33 residents of Thembelihle get bail after 5 nights in prison

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Thirty three residents of Thembelihle informal settlement – including 7 women, 19 men and 5 children – were forced to spend 5 nights in jail after being arrested during a protest.

Despite being arrested on Thursday, 26 February 2015 the residents were not charged until Friday afternoon, February 27. This meant that they could not be brought before a court until Monday, resulting in their spending the weekend in prison.

Arguing at the bail hearing, the State said that it needed 7 days to verify the physical addresses of the resident because it’s difficult to verify addresses for people living in “unnavigable informal settlements”. Eventually, the Magistrate granted bail to all of the accused after hearing arguments from the State and the legal representatives of the detainees, the Socioeconomic Rights Insitute (SERI). However, the residents were forced to spend a fifth night in prison because the cashier was closed to process the payments.

According to the press statement released by SERI after the residents were released, this case was an obvious example of the violation of the protesters’ rights by the police and unlawful arrest. The statement pointed out that the the State had opposed bail for, amongst others, the following people:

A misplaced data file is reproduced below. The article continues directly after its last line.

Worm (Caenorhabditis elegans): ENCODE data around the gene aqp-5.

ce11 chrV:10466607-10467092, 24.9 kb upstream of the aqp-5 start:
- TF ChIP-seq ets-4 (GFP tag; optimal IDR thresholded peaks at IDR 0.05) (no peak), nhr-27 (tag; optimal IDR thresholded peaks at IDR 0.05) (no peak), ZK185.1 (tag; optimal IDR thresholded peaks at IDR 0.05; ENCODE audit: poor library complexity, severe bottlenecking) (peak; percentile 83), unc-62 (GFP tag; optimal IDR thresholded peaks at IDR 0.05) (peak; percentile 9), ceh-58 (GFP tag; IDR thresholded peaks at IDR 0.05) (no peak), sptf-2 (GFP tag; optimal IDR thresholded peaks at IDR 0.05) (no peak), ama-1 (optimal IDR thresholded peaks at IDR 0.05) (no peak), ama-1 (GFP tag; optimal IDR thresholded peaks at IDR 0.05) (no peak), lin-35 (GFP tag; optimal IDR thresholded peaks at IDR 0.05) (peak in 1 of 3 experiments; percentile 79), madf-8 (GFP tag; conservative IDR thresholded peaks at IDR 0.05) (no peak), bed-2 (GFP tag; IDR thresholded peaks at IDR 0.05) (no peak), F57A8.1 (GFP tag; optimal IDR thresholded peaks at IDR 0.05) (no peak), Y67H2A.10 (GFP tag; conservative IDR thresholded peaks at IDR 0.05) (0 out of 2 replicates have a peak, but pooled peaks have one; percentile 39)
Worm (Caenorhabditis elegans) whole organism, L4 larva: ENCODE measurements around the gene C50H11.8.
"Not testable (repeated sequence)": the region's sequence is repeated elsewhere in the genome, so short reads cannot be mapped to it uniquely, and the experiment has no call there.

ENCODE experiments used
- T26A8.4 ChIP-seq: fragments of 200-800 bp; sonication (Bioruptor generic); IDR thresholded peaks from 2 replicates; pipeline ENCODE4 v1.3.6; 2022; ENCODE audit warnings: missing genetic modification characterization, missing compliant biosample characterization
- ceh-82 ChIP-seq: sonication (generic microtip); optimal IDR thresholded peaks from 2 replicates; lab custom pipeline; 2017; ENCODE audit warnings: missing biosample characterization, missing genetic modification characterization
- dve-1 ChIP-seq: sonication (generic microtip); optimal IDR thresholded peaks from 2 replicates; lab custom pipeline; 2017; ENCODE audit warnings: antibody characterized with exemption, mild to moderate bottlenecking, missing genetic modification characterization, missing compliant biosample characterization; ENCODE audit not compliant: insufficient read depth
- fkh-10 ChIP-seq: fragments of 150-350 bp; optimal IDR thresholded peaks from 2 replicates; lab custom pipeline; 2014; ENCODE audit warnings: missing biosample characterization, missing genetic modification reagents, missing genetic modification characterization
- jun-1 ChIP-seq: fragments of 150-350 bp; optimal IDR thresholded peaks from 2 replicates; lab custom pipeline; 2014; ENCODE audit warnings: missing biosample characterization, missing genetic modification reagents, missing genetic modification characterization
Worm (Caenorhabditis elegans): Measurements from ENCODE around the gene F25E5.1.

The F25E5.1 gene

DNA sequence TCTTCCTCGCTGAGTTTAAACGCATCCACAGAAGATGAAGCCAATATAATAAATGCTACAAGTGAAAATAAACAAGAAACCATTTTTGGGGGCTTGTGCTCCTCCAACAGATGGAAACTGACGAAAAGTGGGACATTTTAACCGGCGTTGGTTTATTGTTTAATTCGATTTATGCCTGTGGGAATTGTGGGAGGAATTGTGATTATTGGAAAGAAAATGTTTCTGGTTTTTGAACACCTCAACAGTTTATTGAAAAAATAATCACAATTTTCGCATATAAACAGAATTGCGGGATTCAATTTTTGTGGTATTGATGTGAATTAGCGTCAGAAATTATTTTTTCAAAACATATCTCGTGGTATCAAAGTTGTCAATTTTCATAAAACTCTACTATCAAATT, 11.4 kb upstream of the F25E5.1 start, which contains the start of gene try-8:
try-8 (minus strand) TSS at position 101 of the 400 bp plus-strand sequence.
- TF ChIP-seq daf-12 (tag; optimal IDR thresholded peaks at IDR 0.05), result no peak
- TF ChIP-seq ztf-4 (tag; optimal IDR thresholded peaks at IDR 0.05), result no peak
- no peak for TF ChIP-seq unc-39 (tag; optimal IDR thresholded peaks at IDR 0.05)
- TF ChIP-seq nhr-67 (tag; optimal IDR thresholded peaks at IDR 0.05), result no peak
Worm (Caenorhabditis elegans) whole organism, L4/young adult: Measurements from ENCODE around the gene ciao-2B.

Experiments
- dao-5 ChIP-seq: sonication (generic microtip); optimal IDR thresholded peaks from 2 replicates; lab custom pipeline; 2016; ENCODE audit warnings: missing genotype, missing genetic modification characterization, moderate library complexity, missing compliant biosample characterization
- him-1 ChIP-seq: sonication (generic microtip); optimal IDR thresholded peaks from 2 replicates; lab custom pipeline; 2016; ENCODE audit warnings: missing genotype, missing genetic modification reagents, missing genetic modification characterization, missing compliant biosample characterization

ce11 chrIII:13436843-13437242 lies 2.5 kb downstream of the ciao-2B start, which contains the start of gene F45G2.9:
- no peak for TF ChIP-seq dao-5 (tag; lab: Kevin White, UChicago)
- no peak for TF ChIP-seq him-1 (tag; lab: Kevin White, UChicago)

• A 54-year old domestic worker, who is the sole breadwinner for herself and her two schoolgoing children.
  • A woman with a 12-year old son she was forced to leave at home, and whose father is a longdistance truck driver, away for many days at a time.
  • An 18-year old school pupil.
  • Several people with fixed employment and addresses, and no criminal records.

In an opinion piece, which appeared on both the print and digital edition of Business Day on March 5, Frannky Rabkin comments on the arrest of the Thembelihle protesters and writes that justice at the Magistrate’s court is “rough and ready”. Recounting her experience working as a public defender at a Magistrate’s court, Frannky states that “seven days to verify a person’s address — shack or no shack — was the norm. When I asked why the police could not verify the accused’s address in one or even two days, I was met with puzzled bemusement: “They can’t,” was the answer.” She further makes a distinction on the different treatment of the poor and the rich at magistrate’s court, and highlights the different working conditions and workloads between the magistrate’s and Constitutional Court.

Ineffective application of bail impinges on the “right to freedom” that is enshrined in section 12(1) (a) of the South African constitution.

The WJP has done extensive research on the challenges facing Gauteng’s courts when it comes to application of bail. Read the research report here and an outcomes document of a roundtable debate pertaining to the matter, here.

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About witsjusticeproject
The Wits Justice Project combines journalism, advocacy, law and education to make the criminal justice system work better for all.

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